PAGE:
Theoretical Physics Colloquium

Geometrically frustrated magnetism

by Prof. Kedar Damle (TIFR)

Sunday, April 5, 2009 from to (Asia/Kolkata)
at Colaba Campus ( AG-69 )
When electron-electron interactions overwhelm the kinetic energy of electrons in solids to localize them, one obtains `Mott insulators', in which the localized electrons give rise to magnetic moments on a regular array of lattice sites. These magnetic moments or spins are usually subject to an antiferromagnetic `exchange' coupling with each of their neighbours, which, in the simplest of cases, gives rise to long range antiferromagnetic order below a transition temperature set by the exchange energy scale.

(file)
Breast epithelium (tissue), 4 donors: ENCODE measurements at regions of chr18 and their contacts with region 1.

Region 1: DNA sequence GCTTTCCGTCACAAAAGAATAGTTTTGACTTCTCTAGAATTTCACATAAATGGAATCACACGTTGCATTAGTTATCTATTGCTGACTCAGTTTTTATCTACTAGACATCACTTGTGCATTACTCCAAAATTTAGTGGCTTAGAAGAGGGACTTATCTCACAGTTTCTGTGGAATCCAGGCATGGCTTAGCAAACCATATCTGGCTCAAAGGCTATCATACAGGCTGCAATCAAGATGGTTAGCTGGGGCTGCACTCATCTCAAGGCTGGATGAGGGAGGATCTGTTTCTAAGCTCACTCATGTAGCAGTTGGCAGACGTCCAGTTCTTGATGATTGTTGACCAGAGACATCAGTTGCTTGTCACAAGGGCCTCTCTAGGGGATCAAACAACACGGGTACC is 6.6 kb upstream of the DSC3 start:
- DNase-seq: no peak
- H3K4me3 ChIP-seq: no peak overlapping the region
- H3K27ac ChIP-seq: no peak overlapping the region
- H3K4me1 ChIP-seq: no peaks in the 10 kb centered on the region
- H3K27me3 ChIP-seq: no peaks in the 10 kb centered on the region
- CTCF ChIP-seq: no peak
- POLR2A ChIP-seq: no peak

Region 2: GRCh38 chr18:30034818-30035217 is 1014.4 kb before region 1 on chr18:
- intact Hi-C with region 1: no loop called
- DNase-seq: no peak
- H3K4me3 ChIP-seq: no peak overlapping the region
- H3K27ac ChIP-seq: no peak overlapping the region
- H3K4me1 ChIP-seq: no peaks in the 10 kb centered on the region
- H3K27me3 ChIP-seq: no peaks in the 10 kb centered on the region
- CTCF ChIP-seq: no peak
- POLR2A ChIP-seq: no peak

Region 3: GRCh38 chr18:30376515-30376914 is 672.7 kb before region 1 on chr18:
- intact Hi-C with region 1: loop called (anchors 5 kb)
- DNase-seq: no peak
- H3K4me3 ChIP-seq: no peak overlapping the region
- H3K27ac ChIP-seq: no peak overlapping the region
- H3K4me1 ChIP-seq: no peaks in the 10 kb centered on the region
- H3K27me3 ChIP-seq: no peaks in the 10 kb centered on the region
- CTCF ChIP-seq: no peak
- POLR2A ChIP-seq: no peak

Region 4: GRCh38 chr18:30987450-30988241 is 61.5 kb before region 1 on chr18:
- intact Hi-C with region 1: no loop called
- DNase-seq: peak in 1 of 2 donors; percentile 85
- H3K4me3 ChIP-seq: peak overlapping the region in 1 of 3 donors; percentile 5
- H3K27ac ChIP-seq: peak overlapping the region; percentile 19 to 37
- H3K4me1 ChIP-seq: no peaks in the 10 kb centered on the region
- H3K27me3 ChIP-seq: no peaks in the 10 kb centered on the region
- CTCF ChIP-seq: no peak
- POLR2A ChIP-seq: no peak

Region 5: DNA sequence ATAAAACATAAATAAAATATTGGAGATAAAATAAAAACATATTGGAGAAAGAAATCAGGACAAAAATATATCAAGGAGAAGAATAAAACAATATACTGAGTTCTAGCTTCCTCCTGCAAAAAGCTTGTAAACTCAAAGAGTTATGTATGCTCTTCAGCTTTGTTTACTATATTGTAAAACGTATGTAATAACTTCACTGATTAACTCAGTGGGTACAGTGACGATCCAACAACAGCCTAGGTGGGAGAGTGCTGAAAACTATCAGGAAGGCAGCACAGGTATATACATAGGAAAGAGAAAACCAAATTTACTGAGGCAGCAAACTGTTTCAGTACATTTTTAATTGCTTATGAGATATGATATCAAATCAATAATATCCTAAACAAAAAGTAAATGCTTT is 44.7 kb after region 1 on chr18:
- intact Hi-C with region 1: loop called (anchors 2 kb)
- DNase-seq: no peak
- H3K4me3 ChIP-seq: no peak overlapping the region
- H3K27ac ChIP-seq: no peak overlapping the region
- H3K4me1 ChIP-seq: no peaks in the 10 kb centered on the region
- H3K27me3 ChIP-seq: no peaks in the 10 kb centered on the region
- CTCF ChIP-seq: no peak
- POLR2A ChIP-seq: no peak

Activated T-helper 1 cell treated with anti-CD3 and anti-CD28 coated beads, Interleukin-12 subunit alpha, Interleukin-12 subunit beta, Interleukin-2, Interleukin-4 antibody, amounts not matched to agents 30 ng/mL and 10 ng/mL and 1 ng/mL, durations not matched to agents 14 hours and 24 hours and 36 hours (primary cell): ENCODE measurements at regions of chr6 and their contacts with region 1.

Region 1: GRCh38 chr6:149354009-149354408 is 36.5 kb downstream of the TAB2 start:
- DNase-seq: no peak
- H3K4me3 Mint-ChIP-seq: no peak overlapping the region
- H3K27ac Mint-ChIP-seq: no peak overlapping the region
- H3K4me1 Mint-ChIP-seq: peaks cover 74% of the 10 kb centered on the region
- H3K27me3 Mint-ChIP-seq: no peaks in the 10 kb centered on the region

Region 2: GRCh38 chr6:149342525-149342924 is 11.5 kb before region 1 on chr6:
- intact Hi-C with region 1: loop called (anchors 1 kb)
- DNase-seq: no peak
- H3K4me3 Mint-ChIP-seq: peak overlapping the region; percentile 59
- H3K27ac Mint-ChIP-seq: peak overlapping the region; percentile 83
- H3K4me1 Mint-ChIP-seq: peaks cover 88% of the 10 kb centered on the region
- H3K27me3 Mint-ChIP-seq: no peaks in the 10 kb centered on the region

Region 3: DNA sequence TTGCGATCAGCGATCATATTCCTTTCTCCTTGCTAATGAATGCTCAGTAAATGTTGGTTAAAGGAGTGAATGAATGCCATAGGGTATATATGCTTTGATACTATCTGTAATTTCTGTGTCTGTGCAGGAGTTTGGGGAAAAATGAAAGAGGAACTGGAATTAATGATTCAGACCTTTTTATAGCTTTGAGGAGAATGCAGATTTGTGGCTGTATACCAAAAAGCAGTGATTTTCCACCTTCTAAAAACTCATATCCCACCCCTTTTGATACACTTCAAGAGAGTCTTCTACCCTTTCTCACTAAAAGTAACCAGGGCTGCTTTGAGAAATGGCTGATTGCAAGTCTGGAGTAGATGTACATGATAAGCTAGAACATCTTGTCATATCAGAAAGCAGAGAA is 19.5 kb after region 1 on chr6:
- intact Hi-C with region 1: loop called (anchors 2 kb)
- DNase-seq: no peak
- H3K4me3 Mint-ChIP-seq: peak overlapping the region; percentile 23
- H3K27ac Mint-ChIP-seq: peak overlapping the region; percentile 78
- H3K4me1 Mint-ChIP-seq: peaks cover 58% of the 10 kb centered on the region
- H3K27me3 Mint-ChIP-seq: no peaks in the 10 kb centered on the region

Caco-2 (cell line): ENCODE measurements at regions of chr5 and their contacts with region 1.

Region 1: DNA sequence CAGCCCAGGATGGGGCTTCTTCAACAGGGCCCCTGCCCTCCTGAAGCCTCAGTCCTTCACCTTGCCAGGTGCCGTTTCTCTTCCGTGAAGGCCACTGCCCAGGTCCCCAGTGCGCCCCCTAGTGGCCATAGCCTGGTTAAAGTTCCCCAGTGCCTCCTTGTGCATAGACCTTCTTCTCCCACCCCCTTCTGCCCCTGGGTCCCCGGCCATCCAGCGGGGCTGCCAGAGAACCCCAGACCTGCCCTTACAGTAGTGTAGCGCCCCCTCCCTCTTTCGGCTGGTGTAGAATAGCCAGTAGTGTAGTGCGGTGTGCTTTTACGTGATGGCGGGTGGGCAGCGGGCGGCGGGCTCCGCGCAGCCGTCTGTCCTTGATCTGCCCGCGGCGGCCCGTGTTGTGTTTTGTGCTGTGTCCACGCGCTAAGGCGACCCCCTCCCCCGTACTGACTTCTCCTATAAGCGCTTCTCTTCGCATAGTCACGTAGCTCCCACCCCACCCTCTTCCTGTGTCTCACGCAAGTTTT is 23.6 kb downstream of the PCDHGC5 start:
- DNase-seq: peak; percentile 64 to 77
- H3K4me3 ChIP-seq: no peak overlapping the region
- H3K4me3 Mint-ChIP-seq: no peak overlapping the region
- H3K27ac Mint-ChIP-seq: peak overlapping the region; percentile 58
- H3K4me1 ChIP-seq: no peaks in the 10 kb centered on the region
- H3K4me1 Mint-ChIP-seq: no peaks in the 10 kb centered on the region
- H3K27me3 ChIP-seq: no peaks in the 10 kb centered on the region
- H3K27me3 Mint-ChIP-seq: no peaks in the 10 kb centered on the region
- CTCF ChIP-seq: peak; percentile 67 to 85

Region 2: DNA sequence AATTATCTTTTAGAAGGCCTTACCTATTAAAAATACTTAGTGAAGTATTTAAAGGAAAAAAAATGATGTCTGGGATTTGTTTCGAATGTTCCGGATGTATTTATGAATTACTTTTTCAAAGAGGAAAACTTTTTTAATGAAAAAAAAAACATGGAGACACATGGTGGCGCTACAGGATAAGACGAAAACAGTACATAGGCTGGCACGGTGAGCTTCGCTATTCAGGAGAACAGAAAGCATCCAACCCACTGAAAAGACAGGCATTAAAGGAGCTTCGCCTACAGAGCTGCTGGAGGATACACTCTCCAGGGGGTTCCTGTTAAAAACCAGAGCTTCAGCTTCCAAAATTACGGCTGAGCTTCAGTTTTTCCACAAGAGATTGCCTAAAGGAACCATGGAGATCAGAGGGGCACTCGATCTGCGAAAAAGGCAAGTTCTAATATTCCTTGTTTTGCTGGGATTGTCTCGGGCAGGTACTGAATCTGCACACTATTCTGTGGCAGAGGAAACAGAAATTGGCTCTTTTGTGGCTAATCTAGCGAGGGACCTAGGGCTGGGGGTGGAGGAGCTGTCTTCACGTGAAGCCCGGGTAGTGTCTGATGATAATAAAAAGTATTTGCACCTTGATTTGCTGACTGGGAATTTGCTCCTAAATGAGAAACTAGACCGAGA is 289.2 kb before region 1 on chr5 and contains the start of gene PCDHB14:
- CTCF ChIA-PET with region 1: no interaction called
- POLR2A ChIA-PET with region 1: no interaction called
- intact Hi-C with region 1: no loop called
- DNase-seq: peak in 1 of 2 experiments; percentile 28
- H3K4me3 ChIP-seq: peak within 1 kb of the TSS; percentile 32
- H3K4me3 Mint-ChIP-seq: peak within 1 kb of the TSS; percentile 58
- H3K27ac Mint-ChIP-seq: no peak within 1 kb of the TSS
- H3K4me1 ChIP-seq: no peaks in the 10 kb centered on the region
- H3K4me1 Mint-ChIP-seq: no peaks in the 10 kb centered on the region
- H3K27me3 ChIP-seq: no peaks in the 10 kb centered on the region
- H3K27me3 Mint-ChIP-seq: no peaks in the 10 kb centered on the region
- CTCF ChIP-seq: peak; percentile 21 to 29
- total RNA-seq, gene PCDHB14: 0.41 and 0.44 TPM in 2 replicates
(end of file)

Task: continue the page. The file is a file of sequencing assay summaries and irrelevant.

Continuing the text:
However, if the geometry of the lattice causes the various antiferromagnetic exchange interactions to compete with each other, the antiferromagnetic order is dramatically suppressed. This can give rise to a large window in temperature with unusual `spin-liquid' behaviour, which, in certain special cases, can even persist to zero temperature and give rise to a quantum spin liquid ground state. I will discuss some of this in more detail, and then talk about some of our recent work on impurity effects in such magnets.
Organised by Dr. Vikram Tripathi